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14. Visit Old Fisherman’s Wharf
Address: 1 Old Fisherman’s Wharf, Monterey, CA 93940
Monterey was once a busy shipping port, and one of the shipping companies that operated in the area built the pier in 1846 to handle the shipments of lumber and fish that would frequently arrive. The wharf would eventually serve the area’s multi-million dollar fishing industry.
Today, the wharf is a busy tourist attraction with several seafood restaurants and pirate-inspired souvenir shops. The dock often feels like an old-world market with the kitschy souvenir shops and the old-school feel that most of the restaurant’s offer.
Some may even say Old Fisherman’s Wharf is a little dingy, but that just adds to its charm. It’s not shiny and new, and it might remind older visitors of their childhood and visiting busy tourist spots on family vacations for clam chowder and fish & chips.
Old Fisherman’s Wharf is an excellent place to get a seafood lunch, as well as check out the sea lions that congregate in the area. Sometimes, the wildlife gets so close you’ll see them lounging on the cement walkways at the water level.
Old Fisherman’s Wharf is a great place to stroll around with kids, but it’s also one of the best places in Monterey to visit for a slice of old California charm.
15. Explore Monterey State Historic Park
Address: 20 Custom House Plaza, Monterey, CA 93940
Another place to learn about the history of California and Monterey’s importance to the founding of the state is Monterey State Historic Park, which features several historic houses, scenic gardens, and guided walks. As the capital of California, Monterey has existed under Spanish, Mexican, and US military rule.
The park is an excellent stop for fans of Robert Louis Stevenson since the Stevenson House is on the park grounds and offers tours to visitors. Nearby, the Larkin House also hosts tours and teaches visitors about Thomas O. Larkin, an early and influential early California resident.
The parking lot closest to the park requires a fee, but if you visit on a day that’s not too busy, you can find free street parking. The historical sites throughout the park feature helpful informational placards, signs, and displays, making it possible to see most sites via a self-guided or cell phone tour.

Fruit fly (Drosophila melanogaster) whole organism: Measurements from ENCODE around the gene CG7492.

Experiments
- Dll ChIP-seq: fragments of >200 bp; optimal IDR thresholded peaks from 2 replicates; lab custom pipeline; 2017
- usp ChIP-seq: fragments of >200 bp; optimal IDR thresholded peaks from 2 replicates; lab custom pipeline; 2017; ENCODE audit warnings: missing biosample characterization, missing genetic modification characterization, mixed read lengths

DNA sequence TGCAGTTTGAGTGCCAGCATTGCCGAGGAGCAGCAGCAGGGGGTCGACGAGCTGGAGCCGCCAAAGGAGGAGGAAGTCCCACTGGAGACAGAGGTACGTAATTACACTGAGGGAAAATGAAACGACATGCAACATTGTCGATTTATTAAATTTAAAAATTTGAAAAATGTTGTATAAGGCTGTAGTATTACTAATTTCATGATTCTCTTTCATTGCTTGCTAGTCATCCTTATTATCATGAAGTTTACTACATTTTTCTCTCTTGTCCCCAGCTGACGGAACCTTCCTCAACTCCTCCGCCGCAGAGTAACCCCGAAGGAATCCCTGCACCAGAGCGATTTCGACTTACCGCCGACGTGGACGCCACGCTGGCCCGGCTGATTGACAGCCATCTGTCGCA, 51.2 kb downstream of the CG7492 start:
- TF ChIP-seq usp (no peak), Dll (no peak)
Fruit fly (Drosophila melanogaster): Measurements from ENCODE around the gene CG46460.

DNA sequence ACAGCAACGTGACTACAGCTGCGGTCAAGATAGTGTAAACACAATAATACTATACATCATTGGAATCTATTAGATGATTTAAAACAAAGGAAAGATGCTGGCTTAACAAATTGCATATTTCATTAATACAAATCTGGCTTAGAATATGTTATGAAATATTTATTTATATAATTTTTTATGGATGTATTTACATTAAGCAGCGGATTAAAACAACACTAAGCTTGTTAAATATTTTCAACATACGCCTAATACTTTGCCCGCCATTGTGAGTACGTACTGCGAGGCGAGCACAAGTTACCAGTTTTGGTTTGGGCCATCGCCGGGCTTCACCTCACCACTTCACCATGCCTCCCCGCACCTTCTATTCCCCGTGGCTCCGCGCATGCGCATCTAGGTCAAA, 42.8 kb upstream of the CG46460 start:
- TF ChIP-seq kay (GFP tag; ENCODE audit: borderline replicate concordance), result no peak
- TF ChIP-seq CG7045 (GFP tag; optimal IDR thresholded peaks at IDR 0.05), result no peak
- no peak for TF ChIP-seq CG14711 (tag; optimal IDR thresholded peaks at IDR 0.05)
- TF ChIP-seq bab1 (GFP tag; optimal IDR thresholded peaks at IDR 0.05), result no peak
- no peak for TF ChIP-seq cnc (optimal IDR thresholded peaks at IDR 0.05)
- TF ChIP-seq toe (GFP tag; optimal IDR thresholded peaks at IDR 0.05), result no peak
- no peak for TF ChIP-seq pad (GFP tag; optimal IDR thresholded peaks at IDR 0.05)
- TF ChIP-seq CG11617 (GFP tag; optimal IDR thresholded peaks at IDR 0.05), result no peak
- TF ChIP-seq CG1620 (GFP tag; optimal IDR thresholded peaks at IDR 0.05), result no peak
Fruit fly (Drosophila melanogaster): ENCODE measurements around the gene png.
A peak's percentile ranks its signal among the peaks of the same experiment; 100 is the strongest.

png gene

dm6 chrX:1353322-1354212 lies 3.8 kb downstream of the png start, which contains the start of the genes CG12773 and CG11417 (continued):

The park occasionally hosts events for students and children, so it’s worth checking out the available activities if you’re traveling with kids. If you’re in the area for an extended summer vacation, you might see if the popular day camp has spots available.
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16. Stroll Through the Secret Gardens of Old Monterey
The weather of Monterey offers an ideal environment for gardens and flowers, and it’s one of the reasons several winemakers have moved to the region to grow grapes. In Monterey, the fruits of the idyllic climate are on full display at the Secret Gardens of Old Monterey.
The gardens feature wishing fountains, cozy walkways, and flowers that bloom in almost every season. As you wander around the paths, you’ll find the Memory Garden, Casa del Oro Herb Garden, and the Memory Garden, as well as several others.
The most popular garden is the Memory Garden, which was designed in the 1920s and is a popular venue for weddings and photographers. Several colors of roses grow in the garden, and it’s the perfect place to find some solitude in Monterey. The garden is located behind the Pacific House Museum.
Another beautiful garden worth a visit is the Stevenson Garden, which was also created in the 1920s. The garden was designed to imagine what a Mexican garden might have looked like in the distant past.
The Stevenson Garden is another quiet refuge perfect for strolling around after a day spent in the busier areas of Monterey, like the Old Fisherman’s Wharf.
17. Explore the Monterey County Youth Museum
Address: 425 Washington St, Monterey, CA 93940